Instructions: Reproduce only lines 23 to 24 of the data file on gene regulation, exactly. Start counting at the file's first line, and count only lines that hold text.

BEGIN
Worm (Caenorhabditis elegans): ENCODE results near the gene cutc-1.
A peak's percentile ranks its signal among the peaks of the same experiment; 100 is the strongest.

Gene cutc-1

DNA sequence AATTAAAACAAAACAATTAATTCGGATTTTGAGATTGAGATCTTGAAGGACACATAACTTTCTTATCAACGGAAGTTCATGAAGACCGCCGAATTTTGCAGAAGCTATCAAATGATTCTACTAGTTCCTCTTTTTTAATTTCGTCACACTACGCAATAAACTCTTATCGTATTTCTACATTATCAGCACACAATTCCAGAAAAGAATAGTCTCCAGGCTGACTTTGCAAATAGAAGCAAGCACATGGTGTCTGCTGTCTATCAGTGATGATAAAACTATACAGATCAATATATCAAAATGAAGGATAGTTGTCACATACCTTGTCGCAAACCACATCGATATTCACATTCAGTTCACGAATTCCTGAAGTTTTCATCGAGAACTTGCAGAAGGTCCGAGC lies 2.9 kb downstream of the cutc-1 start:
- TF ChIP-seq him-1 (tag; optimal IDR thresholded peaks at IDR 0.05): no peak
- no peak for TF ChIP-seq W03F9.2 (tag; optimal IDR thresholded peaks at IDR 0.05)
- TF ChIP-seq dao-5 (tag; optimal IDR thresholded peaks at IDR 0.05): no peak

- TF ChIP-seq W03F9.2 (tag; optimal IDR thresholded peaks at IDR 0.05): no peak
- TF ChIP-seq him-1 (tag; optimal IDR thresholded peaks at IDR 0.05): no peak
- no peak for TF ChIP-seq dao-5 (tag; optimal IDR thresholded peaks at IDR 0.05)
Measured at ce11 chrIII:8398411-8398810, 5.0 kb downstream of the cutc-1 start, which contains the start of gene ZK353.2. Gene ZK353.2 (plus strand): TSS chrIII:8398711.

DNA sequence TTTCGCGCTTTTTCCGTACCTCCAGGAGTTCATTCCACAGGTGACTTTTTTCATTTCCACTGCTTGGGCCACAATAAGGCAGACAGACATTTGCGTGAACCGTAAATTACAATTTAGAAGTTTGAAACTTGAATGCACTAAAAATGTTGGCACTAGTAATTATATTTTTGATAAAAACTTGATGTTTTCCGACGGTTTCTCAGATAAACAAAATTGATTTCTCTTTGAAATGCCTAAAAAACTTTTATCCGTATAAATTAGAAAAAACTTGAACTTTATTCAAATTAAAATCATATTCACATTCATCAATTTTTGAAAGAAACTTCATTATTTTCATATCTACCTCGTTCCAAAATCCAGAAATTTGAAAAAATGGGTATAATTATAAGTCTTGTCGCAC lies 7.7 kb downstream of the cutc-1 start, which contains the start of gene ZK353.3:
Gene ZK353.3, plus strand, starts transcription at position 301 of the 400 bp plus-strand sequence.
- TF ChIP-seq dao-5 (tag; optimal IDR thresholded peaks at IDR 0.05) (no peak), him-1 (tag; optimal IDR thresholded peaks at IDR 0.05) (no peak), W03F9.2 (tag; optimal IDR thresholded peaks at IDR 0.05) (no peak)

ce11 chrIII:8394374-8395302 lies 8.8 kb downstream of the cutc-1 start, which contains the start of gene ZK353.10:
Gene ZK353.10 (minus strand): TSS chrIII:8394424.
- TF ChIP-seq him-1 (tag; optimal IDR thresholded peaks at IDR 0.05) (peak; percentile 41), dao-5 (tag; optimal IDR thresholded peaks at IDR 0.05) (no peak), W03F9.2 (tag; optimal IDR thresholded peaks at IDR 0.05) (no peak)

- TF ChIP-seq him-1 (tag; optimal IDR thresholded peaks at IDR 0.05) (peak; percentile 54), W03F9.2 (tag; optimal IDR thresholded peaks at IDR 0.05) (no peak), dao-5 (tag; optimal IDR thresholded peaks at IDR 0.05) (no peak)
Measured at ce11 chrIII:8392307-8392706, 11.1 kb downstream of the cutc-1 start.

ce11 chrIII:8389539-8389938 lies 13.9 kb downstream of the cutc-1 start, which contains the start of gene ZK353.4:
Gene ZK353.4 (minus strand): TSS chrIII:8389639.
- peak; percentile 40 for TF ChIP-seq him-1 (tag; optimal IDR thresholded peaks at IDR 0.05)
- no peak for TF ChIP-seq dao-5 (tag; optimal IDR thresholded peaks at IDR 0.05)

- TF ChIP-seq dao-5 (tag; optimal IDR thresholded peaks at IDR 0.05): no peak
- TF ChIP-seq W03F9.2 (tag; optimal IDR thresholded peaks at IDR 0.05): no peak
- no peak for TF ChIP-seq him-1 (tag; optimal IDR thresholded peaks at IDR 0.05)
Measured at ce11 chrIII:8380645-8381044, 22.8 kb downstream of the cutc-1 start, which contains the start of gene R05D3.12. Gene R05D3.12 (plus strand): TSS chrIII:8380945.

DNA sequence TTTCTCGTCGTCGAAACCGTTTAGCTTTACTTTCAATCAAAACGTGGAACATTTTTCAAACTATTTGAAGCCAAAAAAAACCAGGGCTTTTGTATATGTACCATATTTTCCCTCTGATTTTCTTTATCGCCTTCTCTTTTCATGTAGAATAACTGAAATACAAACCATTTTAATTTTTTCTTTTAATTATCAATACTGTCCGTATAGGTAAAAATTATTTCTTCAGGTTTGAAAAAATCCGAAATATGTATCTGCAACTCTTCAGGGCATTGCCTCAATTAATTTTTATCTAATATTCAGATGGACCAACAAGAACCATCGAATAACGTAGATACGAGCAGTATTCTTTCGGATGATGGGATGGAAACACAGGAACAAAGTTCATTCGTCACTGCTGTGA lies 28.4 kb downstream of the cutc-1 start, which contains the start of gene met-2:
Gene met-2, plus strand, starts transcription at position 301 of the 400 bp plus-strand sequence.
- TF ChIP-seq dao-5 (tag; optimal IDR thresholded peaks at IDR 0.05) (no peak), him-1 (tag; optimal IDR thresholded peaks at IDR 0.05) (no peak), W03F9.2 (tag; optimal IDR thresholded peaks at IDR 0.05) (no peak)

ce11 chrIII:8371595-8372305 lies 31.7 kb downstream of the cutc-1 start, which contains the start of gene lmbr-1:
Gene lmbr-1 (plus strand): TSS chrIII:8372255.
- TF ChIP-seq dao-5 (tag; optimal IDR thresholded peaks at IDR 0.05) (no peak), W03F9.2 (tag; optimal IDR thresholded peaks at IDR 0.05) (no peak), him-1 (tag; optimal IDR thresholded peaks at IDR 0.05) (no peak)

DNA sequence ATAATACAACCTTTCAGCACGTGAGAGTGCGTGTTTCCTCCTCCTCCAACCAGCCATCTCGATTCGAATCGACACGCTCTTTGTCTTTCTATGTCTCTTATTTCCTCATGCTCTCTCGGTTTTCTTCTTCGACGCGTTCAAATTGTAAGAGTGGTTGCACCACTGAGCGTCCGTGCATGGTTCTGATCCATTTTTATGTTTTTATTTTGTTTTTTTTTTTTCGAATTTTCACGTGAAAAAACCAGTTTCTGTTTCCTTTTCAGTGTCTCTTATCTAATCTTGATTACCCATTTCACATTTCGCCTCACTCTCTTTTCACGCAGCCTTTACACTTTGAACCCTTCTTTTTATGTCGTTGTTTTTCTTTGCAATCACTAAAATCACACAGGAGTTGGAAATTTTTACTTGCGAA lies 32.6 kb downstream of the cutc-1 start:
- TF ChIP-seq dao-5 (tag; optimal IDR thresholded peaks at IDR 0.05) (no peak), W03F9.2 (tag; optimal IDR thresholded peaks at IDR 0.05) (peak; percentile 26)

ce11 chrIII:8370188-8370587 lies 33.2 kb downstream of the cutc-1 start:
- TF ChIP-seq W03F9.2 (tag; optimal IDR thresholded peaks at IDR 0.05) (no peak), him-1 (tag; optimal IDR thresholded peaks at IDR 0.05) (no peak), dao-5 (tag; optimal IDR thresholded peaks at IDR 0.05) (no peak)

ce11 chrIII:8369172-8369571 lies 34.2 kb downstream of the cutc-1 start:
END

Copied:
- no peak for TF ChIP-seq dao-5 (tag; optimal IDR thresholded peaks at IDR 0.05)

- TF ChIP-seq dao-5 (tag; optimal IDR thresholded peaks at IDR 0.05): no peak